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Outdoor "Coffee" Table #3: The Wood

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Blog entry by Dorje posted 07-18-2007 09:18 AM 1324 reads 0 times favorited 5 comments Add to Favorites Watch
« Part 2: Next (baby) steps Part 3 of Outdoor "Coffee" Table series Part 4: SketchUp til now »

Well, my daughter and I went down to the hardwood lumber store on Monday and I immediately changed my mind on the kind of wood to use. Why so fickle? Who knows. The Lyptus that I was originally going to go with, only came in 4/4 and 8/4…I really wanted to use 5/4 to get 1” stock for the top. Just wanted more mass (it was also cheaper!) So…18bf of 5/4stock and 6bf 8/4stock of Jatoba/Brazillian Cherry is what we left with:

Straight grain for the most part:

Close-up of the grain:

-- Dorje (pronounced "door-jay"), Seattle, WA



5 comments so far

View MsDebbieP's profile

MsDebbieP

18615 posts in 3628 days


#1 posted 07-18-2007 11:17 AM

beautiful wood.

You can change your mind! You are the artist!

-- ~ Debbie, Canada (https://www.facebook.com/DebbiePribeleENJOConsultant)

View Bob Babcock's profile

Bob Babcock

1804 posts in 3553 days


#2 posted 07-18-2007 05:33 PM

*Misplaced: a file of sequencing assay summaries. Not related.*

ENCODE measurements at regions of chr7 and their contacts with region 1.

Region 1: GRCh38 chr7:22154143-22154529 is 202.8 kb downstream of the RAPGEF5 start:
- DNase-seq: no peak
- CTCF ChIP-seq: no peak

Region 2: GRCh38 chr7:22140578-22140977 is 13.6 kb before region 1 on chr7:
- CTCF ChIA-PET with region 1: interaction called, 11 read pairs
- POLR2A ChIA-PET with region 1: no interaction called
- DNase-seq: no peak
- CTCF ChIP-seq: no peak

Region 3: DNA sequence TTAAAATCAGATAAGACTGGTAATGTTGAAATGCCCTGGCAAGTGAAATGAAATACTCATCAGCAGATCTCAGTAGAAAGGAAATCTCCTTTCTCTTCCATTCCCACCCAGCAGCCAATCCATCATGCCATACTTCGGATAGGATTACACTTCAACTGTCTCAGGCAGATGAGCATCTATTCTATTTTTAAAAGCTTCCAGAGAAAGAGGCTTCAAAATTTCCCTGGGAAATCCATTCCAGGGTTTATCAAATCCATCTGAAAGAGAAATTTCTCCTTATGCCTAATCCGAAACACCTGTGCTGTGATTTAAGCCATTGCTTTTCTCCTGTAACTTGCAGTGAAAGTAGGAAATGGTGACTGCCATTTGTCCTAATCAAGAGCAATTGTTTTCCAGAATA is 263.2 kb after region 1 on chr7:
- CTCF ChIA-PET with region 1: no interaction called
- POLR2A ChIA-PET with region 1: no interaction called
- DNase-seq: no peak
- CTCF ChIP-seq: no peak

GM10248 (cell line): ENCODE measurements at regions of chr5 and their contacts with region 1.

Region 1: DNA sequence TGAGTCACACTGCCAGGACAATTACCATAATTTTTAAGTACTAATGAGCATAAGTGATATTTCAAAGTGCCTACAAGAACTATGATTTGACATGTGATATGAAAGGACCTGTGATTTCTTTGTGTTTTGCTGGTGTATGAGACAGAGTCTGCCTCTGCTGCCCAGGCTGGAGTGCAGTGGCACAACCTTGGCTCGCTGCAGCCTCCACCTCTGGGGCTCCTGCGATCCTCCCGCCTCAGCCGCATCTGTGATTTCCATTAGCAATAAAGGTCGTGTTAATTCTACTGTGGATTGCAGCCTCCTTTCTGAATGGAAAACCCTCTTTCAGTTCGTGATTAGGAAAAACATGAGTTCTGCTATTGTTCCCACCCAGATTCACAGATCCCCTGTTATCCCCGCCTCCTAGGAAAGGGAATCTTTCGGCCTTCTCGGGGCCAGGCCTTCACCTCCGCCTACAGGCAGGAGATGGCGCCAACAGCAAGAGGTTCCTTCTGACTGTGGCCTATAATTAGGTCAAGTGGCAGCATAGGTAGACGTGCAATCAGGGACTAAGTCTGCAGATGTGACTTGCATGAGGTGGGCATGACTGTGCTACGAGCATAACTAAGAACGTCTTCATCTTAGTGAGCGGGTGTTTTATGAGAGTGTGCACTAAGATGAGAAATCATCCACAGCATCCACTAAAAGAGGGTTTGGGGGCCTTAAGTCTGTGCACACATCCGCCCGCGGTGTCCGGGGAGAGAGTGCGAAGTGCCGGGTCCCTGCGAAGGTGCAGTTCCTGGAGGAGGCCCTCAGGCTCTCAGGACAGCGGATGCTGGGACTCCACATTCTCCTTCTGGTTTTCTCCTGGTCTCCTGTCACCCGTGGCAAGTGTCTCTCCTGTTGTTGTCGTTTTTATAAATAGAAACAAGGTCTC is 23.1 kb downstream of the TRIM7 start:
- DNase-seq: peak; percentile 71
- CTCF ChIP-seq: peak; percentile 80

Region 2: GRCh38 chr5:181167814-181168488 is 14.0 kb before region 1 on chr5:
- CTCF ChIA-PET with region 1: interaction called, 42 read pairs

Beautiful wood. That’s going to be a gorgeus table.

-- Bob, Carver Massachusetts, Sawdust Maker http://www.capecodbaychallenge.org

View Dano's profile

Dano

222 posts in 3499 days


#3 posted 07-19-2007 04:12 AM

Is this table exposed to the weather, just wondering how this wood will do?

-- Dan in Central Oklahoma, Able to turn good wood into saw dust in the blink of an eye!

View Dorje's profile

Dorje

1763 posts in 3464 days


#4 posted 07-19-2007 04:41 AM

Dan – Yes – it’ll be an outdoor table. Jatoba is a very dense wood and is supposed to wear similarly in the outdoors like Ipe

-- Dorje (pronounced "door-jay"), Seattle, WA

View Dorje's profile

Dorje

1763 posts in 3464 days


#5 posted 07-19-2007 04:45 AM

Also, from an ad for outdoor chairs: ” They are made from Jatoba, also known as Brazilian Cherry – a beautiful sustainable hardwood superior to Teak in hardness and durability. Natural Jatoba is finished only with linseed oil and requires minimal maintenance.” I’m sure it’s not superior to Teak in many other respects, but it’s also not endangered!

-- Dorje (pronounced "door-jay"), Seattle, WA

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